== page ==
The debate is over The Kindly Ones by Jonathan Littell. The book was first released in France in 2006 where it garnered a prestigious book award and sold 700,000 copies. It has now been released by HarperCollins in the United States. The publisher reportedly paid a million dollars for the rights.
USA Today says the book "is narrated by a remorseless former Nazi SS officer who's gay, incestuous and possibly matricidal."
Ohhh! Get me to Barnes & Noble.
In a book review posted last Wednesday here, Entertainment Weekly described The Kindly Ones this way before giving it a B-:
Littell maneuvers his character Zelig-like past a rogues' gallery of Nazis, culminating in a trip to Hitler's bunker. It's like Dante's Inferno written by Reich historian.The publishing world has been a little schizo in reviewing the book. The New York Times said here:
Reviews in Britain, where the book was published last week, have been . . . divided. In The Times of London, Anthony Beevor deemed it “a great work of literary fiction,” while in The Sunday Times, Peter Kemp described it as “bloatedly inept.”And then the New York Times said something that prompted this post:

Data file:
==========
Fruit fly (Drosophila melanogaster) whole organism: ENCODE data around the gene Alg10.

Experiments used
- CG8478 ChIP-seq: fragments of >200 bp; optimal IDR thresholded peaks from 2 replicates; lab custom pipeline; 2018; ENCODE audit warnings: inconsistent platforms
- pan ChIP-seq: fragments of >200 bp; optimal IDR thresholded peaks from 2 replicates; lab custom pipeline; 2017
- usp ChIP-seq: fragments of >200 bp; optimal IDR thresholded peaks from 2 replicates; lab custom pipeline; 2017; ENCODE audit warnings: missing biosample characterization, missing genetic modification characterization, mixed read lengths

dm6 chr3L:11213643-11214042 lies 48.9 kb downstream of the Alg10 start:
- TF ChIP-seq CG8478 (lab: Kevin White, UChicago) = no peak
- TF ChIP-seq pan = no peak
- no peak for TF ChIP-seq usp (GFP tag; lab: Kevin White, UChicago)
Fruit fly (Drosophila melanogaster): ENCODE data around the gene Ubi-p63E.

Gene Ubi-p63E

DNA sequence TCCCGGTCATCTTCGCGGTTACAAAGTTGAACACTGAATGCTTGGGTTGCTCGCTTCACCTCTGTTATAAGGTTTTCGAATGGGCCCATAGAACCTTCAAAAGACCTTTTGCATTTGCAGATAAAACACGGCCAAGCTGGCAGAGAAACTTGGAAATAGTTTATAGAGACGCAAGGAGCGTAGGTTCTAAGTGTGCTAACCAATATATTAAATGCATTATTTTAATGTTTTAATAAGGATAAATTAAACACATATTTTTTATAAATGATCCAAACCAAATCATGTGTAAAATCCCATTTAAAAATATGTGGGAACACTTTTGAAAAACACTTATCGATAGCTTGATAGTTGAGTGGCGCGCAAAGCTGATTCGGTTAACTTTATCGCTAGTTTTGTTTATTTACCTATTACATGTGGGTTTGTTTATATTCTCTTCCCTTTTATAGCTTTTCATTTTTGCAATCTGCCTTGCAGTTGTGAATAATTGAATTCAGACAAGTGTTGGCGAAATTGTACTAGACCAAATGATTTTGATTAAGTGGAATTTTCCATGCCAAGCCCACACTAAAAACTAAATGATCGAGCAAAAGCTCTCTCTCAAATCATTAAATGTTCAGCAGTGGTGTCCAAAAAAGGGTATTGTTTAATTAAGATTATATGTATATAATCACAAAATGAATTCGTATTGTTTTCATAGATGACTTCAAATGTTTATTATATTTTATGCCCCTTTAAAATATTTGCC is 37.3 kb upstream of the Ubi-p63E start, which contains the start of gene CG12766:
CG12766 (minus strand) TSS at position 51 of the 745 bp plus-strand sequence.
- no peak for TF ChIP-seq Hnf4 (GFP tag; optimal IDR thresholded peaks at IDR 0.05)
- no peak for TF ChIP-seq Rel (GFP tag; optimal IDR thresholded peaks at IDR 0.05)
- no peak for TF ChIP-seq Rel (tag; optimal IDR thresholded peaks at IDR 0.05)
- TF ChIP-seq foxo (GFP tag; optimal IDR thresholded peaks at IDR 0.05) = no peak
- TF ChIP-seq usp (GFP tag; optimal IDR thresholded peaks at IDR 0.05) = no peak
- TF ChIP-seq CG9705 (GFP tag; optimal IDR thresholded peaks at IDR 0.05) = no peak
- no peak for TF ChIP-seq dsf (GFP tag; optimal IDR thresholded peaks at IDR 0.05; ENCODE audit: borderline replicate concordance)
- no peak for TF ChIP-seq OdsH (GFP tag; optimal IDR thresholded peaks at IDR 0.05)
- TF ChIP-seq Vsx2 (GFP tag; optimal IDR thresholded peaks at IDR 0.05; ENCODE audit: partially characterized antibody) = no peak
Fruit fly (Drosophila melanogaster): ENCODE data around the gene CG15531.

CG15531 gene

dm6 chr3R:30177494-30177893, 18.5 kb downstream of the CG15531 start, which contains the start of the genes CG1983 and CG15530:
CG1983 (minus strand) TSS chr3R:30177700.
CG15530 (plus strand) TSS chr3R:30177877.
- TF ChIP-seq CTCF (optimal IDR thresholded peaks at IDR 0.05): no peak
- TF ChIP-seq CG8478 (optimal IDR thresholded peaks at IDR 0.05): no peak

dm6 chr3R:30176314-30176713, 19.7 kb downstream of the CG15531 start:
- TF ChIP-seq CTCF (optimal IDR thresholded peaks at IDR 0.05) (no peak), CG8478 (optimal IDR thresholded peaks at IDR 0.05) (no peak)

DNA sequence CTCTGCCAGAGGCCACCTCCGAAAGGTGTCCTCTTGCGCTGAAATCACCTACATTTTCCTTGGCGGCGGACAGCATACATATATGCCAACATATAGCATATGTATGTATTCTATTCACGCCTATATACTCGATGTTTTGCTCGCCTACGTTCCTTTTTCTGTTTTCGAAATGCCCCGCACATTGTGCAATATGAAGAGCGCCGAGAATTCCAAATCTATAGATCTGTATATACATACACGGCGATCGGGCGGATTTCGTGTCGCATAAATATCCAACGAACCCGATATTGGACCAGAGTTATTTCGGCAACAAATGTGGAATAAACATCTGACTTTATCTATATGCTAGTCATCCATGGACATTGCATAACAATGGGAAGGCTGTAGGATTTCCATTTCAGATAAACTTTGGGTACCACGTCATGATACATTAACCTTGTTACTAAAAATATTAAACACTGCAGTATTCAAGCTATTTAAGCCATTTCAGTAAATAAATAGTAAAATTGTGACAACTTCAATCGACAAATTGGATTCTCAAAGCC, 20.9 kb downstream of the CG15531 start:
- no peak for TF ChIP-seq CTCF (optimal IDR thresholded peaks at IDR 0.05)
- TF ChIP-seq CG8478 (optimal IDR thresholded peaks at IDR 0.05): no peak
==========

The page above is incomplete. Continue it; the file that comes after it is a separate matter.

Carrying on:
For now, the publisher and booksellers are hopeful that the strong reviews — in either direction — will spur rather than deter sales.I can only speak for myself. Positive or negative movie and book reviews rarely influence my decision to sample either a film or a book. The description of the work can prompt me one way or the other, but I mostly ignore the professional reviewer's opinion of that work. When it comes to reviews, I am far more inclined to trust a friend whose reading tastes I know than a stranger in a magazine or newspaper.
And, apparently I'm not alone. Many newspapers and periodicals have cut back on their book review sections because readers are turning more and more frequently to the blogosphere for such opinions.
At nearly 1,000 pages, The Kindly Ones is not likely to tempt me to invest the time or effort. Had the protagonist been someone more likeable, I'd be more inclined to check it out. Then I would have been interested in exploring the dichotomy of my distaste for his job and my sympathy for the character.
USA Today said:
After a negative New York Times review cited the novel as "an example of the occasional perversity of French taste," its Amazon sales ranking soared from No. 1,700 to No. 55. Karten says, "A lot of people must have wanted to read it for themselves."